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Two Artists Roam Through A Homeland Mansion And Let It Invade Their Brains

IT'S ALL AT THE MALL: Any Chan's "The Peaceable Kingdom."

By J. Bowers | Posted 12/20/2006

House Guests: Amy Chan and Richard Torchia

At the Evergreen House through Jan. 14

For six years now, Evergreen House has opened its stately 19th-century doors to some House Guests, artists-in-residence who find inspiration for new works by mining the historic mansion's elegantly furnished interior and sprawling pastoral grounds. Think of it as the indoor equivalent of the house's biannual Sculpture at Evergreen series.

While many other, larger venues also allow contemporary work to infiltrate and dialogue with galleries full of historic pieces--London's Victoria and Albert, New York's Met, and our own Walters, to name but a few--Evergreen stands out because of its intimacy. While wandering through the dark, sumptuously carpeted corridors and ascending the wide wooden staircases, you feel as though the Garretts--the deeply eccentric B&O railroad tycoons who lived here--are still somewhere in the mansion's 40-plus rooms. So, as you'd expect, it's particularly interesting when the houseguests start taking advantage of their hosts' personal space.

Painter Amy Chan's Views of the Mid-Atlantic and installation artist Richard Torchia's House Lights and Furniture Music: Treatments for a Suite of Darkened Rooms represent two wildly different reactions to Evergreen House's unique atmosphere--so different that they must be considered as separate shows.

Chan's edgy works appear only tangentially inspired by Evergreen and are wisely displayed in the mansion's modern gallery space. A skilled painter of wildlife, she apparently spent time studying the Garretts' large collection of botanical prints and Audubon editions--but you get the feeling that she didn't need the assist. Chan's sort of an odd fit for Evergreen's cocoonlike 19th-century atmosphere, since she's primarily interested in a 21st-century concern, namely the troubling intersection between American consumerism and the environment.

Standout work "The Peaceable Kingdom" juxtaposes drawings of weary-looking trees and displaced wildlife with the boxy gray mall architecture of Ross Dress for Less, Payless ShoeSource, and other strip-mall chains. A woolly mammoth sinks into a morass of tar in front of a Toys "R" Us. A coyote howls in front of a McDonald's sign. Chan's deserted buildings float through her white backgrounds like wallpaper patterns, each scene united by a central waterfall of putrid-looking gray fluid.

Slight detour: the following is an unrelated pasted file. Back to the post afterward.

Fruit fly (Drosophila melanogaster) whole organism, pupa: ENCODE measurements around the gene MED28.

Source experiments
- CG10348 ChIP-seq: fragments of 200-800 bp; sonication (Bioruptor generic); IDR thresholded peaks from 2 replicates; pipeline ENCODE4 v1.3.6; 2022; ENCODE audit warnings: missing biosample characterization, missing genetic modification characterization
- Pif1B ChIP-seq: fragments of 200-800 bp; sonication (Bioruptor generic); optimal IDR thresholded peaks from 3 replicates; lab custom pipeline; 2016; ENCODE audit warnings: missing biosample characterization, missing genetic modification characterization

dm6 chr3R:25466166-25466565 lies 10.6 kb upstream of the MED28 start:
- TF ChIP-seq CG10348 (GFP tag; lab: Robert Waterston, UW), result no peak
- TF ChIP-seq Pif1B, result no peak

"San Joaquin" has a similarly dark, tragicomic effect. Here, Chan sinks a cracked and algae-worn version of the Hollywood Bowl into a puke-green swamp, decorating the horizon line with playful curlicues and a pink neon sign. A cartoonish happy-looking blue whale--a hilarious contrast to the faithfully rendered manatees and dolphins in her other works--splashes incongruously in the muck.

Overall, Chan's offerings feel independent from the Evergreen aesthetic, but intriguing enough to stand alone in the gallery space. By contrast, Torchia's installations take the term "site specific" to a new level. His works don't just range throughout the mansion, subverting architectural spaces--they also draw primary inspiration from the Garretts' life and times, creating an immersive experience as you walk through the house.

For instance, interested in the fact that the mansion's Chinese porcelain gallery used to be a billiard room, Torchia created "Cue," an almost ghostly installation that uses an antique Victrola to play a recording of museum staff playing the Garretts' original pool table. Across the hall, in the opulent red Far East Room, "Embers From an Opium Bed" reanimates the fireplace with ever-morphing projected images of the mansion's netsuke collection--intricate Japanese carvings of demons, apes, dragons, and other horrible creatures. It's as though a strange, hallucinatory fire is flickering in a corner of the room.

Though barely visible during daylight hours, "Birds of America (released), Part 1" is a great concept. Torchia used a computer to scan and animate Audubon prints of birds that John Garrett, an avid bird-watcher, saw on the grounds around his home. When played on a laptop screen that's reflected in Evergreen's Reception Room window, the animation makes it appear as though drawings of birds are perching on the trees outside.

All elegant and inventive, but Torchia's "Views of Baltimore (after Covarrubias)" is downright awe-inspiring. Two shimmering, translucent screens hang in the tall alcoves of a small library, hiding light-blocked windows and telescope lenses that work together to create a haunting camera-obscura effect--projecting live images of the trees outside as ever-changing, upside-down silhouettes. The trees' inverted branches echo root structures, and the chandeliers hanging behind the screens add mysterious shadows to the images. The piece is beautiful--it would be beautiful anywhere--but at Evergreen, a mansion that feels made for mystery and intrigue, it feels like gazing back through time.

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